An admirer of George Washington, William Zehnder remodeled his hotel to look like Mount Vernon, and it opened as the family’s first restaurant on Mother’s Day in 1929. “What a terrible time to start a business,” Al Zehnder said, “during Prohibition and just on the doorstep of the Depression.”
Visitors continued to stop in Frankenmuth, though, because the beer continued to flow. “‘A kettle of tea’ was the code word,” said Heidi Chapman, director of the Frankenmuth Historical Association. The government levied heavy fines against the Zehnders and the Fischers, and federal agents destroyed both bars.
After World War II, Wally Bronner, a sign painter who had won renown for his work decorating businesses around the region in Christmas splendor, added the tinselly twinkle to Frankenmuth’s tourist industry by opening his first Christmas store.
“Red shiny ornaments are our No. 1 seller,” said Wayne Bronner, his son. Bronner’s Christmas Wonderland employees 75 people, a tenth of its usual staff, just to paint customers’ names on ornaments. The 320,000-square-foot store — about 100,000 of it shopping space — is the size of five football fields and sells everything from velvet Santa suits to job-specific baubles. (“Lawyers never lose their appeal!” “Plumbers go with the flow.”)
The Zehnder family bought the restaurant Fischer’s Hotel in 1950. Dorothy Zehnder and her husband, William Zehnder Jr (aka Tiny — he was a small baby), built an addition, in 1959, designed by an architect who agreed to work on the project only if he could do it in a German style.
“The day we opened up, business boomed,” Dorothy Zehnder said. “It really flourished, and then, of course, we went German. We had to.”
Tiny Zehnder persuaded town elders to weave the Old World motif throughout the city. There’s faux fachwerk (half-timbering) and the blue-and-white diamond pattern of Octoberfest all along Main Street.
The Zehnder family ran both restaurants until the 1980s, when the second generation split the enterprise into two entities to pursue differing business interests. Dorothy Zehnder’s family runs the Bavarian Inn and a shopping center; Al Zehnder, his sisters Martha and Susan and their families operate Zehnder’s restaurant and a golf course. Each has a bakery and a hotel with a water park.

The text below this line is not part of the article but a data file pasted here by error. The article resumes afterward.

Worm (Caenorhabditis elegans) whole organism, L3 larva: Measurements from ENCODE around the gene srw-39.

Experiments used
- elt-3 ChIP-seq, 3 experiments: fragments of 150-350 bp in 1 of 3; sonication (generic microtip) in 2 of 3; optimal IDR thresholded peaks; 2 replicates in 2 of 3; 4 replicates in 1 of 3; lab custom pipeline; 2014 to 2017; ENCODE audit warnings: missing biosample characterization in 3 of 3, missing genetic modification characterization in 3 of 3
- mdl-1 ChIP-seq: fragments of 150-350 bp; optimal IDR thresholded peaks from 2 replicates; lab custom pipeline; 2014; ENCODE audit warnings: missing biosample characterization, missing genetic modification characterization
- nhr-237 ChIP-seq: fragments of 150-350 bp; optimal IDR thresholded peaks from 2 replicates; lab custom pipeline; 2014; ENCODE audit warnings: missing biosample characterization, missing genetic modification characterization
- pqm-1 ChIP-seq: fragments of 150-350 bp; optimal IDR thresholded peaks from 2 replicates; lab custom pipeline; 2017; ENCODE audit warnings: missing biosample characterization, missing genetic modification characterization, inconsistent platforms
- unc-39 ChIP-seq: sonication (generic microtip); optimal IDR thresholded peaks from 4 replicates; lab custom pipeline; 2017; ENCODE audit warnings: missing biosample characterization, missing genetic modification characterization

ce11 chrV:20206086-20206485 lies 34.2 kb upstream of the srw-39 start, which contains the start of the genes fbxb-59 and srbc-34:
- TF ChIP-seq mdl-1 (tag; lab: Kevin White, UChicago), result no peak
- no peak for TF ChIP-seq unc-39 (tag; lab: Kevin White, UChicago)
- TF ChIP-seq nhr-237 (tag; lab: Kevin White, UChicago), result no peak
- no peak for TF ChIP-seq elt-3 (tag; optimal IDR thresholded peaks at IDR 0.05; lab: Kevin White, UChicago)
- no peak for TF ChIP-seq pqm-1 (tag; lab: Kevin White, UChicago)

In 2020, the James Beard Foundation honored Zehnder’s as one of its America’s Classics, beloved regional restaurants that are often run by families.
“Our whole focus has really been to create a four-season family vacation destination,” Al Zehnder said. “The focus on family really hasn’t changed since the founding.”
One family, the Murins of Irwin, Pennsylvania, has been planning its Thanksgiving trip to Frankenmuth since summer. Emily Murin and her husband, Jonathan, love the Christmas season (“It is the one thing that bonds us together,” she said) and wanted to take their daughters, Gianna, 5, and Gabriella, 4, on a holiday trip in their new camper trailer.
They chose Frankenmuth over Dollywood in Pigeon Forge, Tennessee, because the drive to Michigan would be on flatter terrain. They plan to arrive on Wednesday, eat Thanksgiving dinner on Thursday, shop at Bronner’s on Friday and maybe fit in a trip to Splash Village on Saturday before heading home, where four decorated Christmas trees await their return.
Emily Murin polled Facebook groups run by Frankenmuth fans before deciding where to eat.
“I posted on the local groups to say, ‘OK, well, which one is it going to be: Zehnder’s or Bavarian Inn? Who is the winner?’ And it was actually a very, very dead heat,” she said. “So it came down to reservation time.”
When the Murins sit down to Thanksgiving dinner at the Bavarian Inn, they’ll find a style of dining that hasn’t changed all that much since Dorothy Zehnder began her career as a waitress in 1937.
Even so, not all diners are bound by tradition. “You’d be surprised,” Dorothy Zehnder said, “by how many steaks we serve on Thanksgiving.”
© 2021 The New York Times Company